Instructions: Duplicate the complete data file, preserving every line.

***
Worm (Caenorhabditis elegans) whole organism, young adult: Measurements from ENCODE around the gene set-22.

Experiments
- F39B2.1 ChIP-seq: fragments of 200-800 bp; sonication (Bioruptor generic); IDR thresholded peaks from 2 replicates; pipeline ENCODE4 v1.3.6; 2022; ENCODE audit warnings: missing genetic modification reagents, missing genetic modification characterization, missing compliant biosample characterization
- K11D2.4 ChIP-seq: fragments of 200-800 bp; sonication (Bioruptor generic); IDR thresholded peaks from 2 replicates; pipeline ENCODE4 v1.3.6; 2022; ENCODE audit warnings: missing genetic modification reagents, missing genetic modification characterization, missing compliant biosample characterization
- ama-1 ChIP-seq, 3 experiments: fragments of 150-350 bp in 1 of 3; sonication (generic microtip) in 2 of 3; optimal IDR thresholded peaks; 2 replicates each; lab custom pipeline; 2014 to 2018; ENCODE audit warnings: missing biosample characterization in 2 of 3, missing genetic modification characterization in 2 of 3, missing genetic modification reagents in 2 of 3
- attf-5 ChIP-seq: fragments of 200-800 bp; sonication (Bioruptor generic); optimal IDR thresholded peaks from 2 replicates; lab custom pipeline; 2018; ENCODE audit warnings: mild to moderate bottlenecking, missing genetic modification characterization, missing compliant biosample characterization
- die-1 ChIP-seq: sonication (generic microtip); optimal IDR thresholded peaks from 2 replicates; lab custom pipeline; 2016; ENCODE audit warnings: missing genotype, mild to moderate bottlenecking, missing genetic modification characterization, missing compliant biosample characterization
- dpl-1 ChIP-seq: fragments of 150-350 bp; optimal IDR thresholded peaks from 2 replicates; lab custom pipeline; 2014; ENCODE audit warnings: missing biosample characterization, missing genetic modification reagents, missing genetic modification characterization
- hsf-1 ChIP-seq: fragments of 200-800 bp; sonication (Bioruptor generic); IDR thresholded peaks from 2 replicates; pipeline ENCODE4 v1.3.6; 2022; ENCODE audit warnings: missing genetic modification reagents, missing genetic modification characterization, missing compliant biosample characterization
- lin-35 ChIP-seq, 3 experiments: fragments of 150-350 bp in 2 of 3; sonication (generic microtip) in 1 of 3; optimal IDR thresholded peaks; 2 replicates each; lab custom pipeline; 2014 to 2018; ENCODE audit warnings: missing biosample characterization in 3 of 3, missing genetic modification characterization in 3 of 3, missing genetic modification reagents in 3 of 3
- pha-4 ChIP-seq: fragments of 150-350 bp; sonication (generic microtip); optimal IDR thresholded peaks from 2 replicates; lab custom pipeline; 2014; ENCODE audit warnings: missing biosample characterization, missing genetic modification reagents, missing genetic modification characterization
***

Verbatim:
Worm (Caenorhabditis elegans) whole organism, young adult: Measurements from ENCODE around the gene set-22.

Experiments
- F39B2.1 ChIP-seq: fragments of 200-800 bp; sonication (Bioruptor generic); IDR thresholded peaks from 2 replicates; pipeline ENCODE4 v1.3.6; 2022; ENCODE audit warnings: missing genetic modification reagents, missing genetic modification characterization, missing compliant biosample characterization
- K11D2.4 ChIP-seq: fragments of 200-800 bp; sonication (Bioruptor generic); IDR thresholded peaks from 2 replicates; pipeline ENCODE4 v1.3.6; 2022; ENCODE audit warnings: missing genetic modification reagents, missing genetic modification characterization, missing compliant biosample characterization
- ama-1 ChIP-seq, 3 experiments: fragments of 150-350 bp in 1 of 3; sonication (generic microtip) in 2 of 3; optimal IDR thresholded peaks; 2 replicates each; lab custom pipeline; 2014 to 2018; ENCODE audit warnings: missing biosample characterization in 2 of 3, missing genetic modification characterization in 2 of 3, missing genetic modification reagents in 2 of 3
- attf-5 ChIP-seq: fragments of 200-800 bp; sonication (Bioruptor generic); optimal IDR thresholded peaks from 2 replicates; lab custom pipeline; 2018; ENCODE audit warnings: mild to moderate bottlenecking, missing genetic modification characterization, missing compliant biosample characterization
- die-1 ChIP-seq: sonication (generic microtip); optimal IDR thresholded peaks from 2 replicates; lab custom pipeline; 2016; ENCODE audit warnings: missing genotype, mild to moderate bottlenecking, missing genetic modification characterization, missing compliant biosample characterization
- dpl-1 ChIP-seq: fragments of 150-350 bp; optimal IDR thresholded peaks from 2 replicates; lab custom pipeline; 2014; ENCODE audit warnings: missing biosample characterization, missing genetic modification reagents, missing genetic modification characterization
- hsf-1 ChIP-seq: fragments of 200-800 bp; sonication (Bioruptor generic); IDR thresholded peaks from 2 replicates; pipeline ENCODE4 v1.3.6; 2022; ENCODE audit warnings: missing genetic modification reagents, missing genetic modification characterization, missing compliant biosample characterization
- lin-35 ChIP-seq, 3 experiments: fragments of 150-350 bp in 2 of 3; sonication (generic microtip) in 1 of 3; optimal IDR thresholded peaks; 2 replicates each; lab custom pipeline; 2014 to 2018; ENCODE audit warnings: missing biosample characterization in 3 of 3, missing genetic modification characterization in 3 of 3, missing genetic modification reagents in 3 of 3
- pha-4 ChIP-seq: fragments of 150-350 bp; sonication (generic microtip); optimal IDR thresholded peaks from 2 replicates; lab custom pipeline; 2014; ENCODE audit warnings: missing biosample characterization, missing genetic modification reagents, missing genetic modification characterization